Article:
2017 Award

    Staff: Mentor

    I don't know what you call "errors". The angle won't be constant over the whole panel. This is not just the inverse square law, it is also a cos(angle) term.

    You can test this effect by using LEDs at different distances. You can also mimic a more sun-like illumination by using multiple LEDs each focused on some region of the panel.
  11. Oct 13, 2016 #10
    (Got it; thanks again.)
  12. Apr 6, 2017 #11
    It’s been awhile since I posted*. Thanks to everyone who replied with suggestions. They helped nudge me to think about this project in different ways. The numerical integration idea worked out very well. I have run plots comparing energy from the photovoltaic module to the energy predicted by software simulations. I seem to be getting reasonable results, but I'm not confident enough that my methodology is sound. What I’ve tried to do is come up with average hourly irradiance values that incorporate the losses associated with the LED light—preserving the original angle associated with the incoming light. That is I "integrate" the irradiance values over the module surface and divide by the area to get an average.

    My uncertainty concerns the proper way to handle the Direct Normal Irradiance, which arrives from a variety of angles. When calculating irradiance from light that is off-angle (not perpendicular) to a surface, the sources I’ve read multiply the LED's radiant intensity by the cosine of the angle between the surface normal and the path back to the source. This approach to “foreshortening” naturally seems to give me values and angles that are dependent on the orientation of the surface. However, the software I’m using for comparison defines irradiance as an input quantity, independent of the deployed surface (e.g. Direct Normal Irradiance, Beam Horizontal irradiance, etc.) Transposition of light relative to the actual surface occurs later on in the software. So my aim is not to transpose the irradiance, it is simply to glean the irregular impact that the particular geometry has on the irradiance. Two attachments--for flat and tilted modules respectively--each provide profile views that compare the real sun to the indoor model. My question boils down to this: "Is it legitimate to replace the surface normal with the normal that would apply to an imaginary patch that the DNI would face, when determining the angle to be used in the cosine multiplier?"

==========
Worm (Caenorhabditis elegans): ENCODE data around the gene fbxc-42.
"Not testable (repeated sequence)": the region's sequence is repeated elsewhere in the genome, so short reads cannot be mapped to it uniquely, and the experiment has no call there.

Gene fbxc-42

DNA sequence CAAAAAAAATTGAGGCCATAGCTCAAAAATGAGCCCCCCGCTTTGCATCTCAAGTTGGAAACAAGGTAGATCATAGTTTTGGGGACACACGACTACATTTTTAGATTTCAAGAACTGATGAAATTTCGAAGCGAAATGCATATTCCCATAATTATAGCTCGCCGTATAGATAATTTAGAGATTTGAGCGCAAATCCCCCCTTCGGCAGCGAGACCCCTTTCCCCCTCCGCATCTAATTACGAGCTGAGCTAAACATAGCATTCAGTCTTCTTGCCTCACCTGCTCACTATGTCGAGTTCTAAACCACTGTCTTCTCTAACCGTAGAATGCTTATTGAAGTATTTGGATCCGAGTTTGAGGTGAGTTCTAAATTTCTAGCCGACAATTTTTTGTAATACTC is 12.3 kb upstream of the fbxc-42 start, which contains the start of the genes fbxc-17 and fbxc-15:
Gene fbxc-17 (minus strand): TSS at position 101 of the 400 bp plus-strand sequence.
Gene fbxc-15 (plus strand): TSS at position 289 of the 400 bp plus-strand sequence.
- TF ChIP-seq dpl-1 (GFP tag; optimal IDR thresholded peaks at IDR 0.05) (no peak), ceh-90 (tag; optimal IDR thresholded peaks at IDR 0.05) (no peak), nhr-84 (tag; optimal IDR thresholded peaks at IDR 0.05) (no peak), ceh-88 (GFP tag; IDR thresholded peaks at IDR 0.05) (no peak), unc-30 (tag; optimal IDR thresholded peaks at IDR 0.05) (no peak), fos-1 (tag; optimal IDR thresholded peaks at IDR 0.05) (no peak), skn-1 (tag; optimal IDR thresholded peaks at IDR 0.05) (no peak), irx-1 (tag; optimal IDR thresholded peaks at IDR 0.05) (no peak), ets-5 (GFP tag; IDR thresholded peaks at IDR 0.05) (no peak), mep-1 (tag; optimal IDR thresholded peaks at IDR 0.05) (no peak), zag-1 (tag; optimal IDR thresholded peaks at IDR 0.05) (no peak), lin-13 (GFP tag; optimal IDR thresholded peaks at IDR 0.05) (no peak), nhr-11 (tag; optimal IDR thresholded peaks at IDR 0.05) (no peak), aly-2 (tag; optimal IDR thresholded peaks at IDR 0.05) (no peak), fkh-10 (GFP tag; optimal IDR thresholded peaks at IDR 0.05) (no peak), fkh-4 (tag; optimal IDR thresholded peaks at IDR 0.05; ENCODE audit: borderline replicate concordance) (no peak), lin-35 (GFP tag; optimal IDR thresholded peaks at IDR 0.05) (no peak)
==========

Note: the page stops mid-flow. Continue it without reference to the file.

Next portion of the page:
* [To recap, I built an indoor “sun” that shines hourly LED light on a small photovoltaic module. My goal is to try to reconcile the energy produced by the module, with that predicted by a software package that models the real sun. My approach is to calculate the irradiance losses associated with the LED light, and then reduce the corresponding irradiance input to the software simulation. ]

    Attached Files:

  13. Apr 7, 2017 #12
    [Please disregard my recent post. I will post a more pointed question as a new post.]
Know someone interested in this topic? Share this thread via Reddit, Google+, Twitter, or Facebook

Have something to add?
Draft saved Draft deleted

Similar Discussions: Compensate for non-point source irradiance losses on surface
  1. Light point sources (Replies: 1)